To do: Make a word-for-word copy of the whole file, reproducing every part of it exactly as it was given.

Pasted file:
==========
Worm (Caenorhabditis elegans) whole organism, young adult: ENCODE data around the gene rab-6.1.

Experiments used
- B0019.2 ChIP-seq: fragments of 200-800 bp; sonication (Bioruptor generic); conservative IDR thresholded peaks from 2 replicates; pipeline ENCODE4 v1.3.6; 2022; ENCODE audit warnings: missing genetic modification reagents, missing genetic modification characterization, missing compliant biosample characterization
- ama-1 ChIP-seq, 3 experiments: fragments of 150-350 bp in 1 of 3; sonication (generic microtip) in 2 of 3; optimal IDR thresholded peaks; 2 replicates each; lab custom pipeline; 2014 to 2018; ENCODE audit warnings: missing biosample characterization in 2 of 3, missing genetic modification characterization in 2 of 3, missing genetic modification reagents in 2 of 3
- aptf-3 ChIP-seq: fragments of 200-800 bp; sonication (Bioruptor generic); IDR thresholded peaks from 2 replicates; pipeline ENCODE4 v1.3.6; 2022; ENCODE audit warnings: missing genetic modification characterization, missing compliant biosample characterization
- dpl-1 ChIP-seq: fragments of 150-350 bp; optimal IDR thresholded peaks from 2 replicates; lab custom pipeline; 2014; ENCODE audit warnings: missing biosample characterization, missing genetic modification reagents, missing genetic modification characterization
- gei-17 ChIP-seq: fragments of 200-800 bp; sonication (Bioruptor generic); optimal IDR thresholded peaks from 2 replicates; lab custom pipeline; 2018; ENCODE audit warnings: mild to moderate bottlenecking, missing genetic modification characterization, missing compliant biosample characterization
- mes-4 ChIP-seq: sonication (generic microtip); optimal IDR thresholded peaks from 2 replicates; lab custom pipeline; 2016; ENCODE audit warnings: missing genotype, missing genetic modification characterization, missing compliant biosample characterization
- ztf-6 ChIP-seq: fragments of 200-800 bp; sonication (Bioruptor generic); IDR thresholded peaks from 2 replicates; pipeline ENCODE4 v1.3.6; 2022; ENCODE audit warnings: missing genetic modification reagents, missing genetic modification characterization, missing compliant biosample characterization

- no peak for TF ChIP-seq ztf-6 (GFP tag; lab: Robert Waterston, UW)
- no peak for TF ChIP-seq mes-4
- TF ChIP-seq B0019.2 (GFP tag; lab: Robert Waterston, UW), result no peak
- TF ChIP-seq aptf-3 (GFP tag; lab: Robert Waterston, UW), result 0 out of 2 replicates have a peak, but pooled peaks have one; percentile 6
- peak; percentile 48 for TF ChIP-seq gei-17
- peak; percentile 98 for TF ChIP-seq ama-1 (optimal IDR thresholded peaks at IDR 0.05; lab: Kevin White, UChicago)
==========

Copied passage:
Worm (Caenorhabditis elegans) whole organism, young adult: ENCODE data around the gene rab-6.1.

Experiments used
- B0019.2 ChIP-seq: fragments of 200-800 bp; sonication (Bioruptor generic); conservative IDR thresholded peaks from 2 replicates; pipeline ENCODE4 v1.3.6; 2022; ENCODE audit warnings: missing genetic modification reagents, missing genetic modification characterization, missing compliant biosample characterization
- ama-1 ChIP-seq, 3 experiments: fragments of 150-350 bp in 1 of 3; sonication (generic microtip) in 2 of 3; optimal IDR thresholded peaks; 2 replicates each; lab custom pipeline; 2014 to 2018; ENCODE audit warnings: missing biosample characterization in 2 of 3, missing genetic modification characterization in 2 of 3, missing genetic modification reagents in 2 of 3
- aptf-3 ChIP-seq: fragments of 200-800 bp; sonication (Bioruptor generic); IDR thresholded peaks from 2 replicates; pipeline ENCODE4 v1.3.6; 2022; ENCODE audit warnings: missing genetic modification characterization, missing compliant biosample characterization
- dpl-1 ChIP-seq: fragments of 150-350 bp; optimal IDR thresholded peaks from 2 replicates; lab custom pipeline; 2014; ENCODE audit warnings: missing biosample characterization, missing genetic modification reagents, missing genetic modification characterization
- gei-17 ChIP-seq: fragments of 200-800 bp; sonication (Bioruptor generic); optimal IDR thresholded peaks from 2 replicates; lab custom pipeline; 2018; ENCODE audit warnings: mild to moderate bottlenecking, missing genetic modification characterization, missing compliant biosample characterization
- mes-4 ChIP-seq: sonication (generic microtip); optimal IDR thresholded peaks from 2 replicates; lab custom pipeline; 2016; ENCODE audit warnings: missing genotype, missing genetic modification characterization, missing compliant biosample characterization
- ztf-6 ChIP-seq: fragments of 200-800 bp; sonication (Bioruptor generic); IDR thresholded peaks from 2 replicates; pipeline ENCODE4 v1.3.6; 2022; ENCODE audit warnings: missing genetic modification reagents, missing genetic modification characterization, missing compliant biosample characterization

- no peak for TF ChIP-seq ztf-6 (GFP tag; lab: Robert Waterston, UW)
- no peak for TF ChIP-seq mes-4
- TF ChIP-seq B0019.2 (GFP tag; lab: Robert Waterston, UW), result no peak
- TF ChIP-seq aptf-3 (GFP tag; lab: Robert Waterston, UW), result 0 out of 2 replicates have a peak, but pooled peaks have one; percentile 6
- peak; percentile 48 for TF ChIP-seq gei-17
- peak; percentile 98 for TF ChIP-seq ama-1 (optimal IDR thresholded peaks at IDR 0.05; lab: Kevin White, UChicago)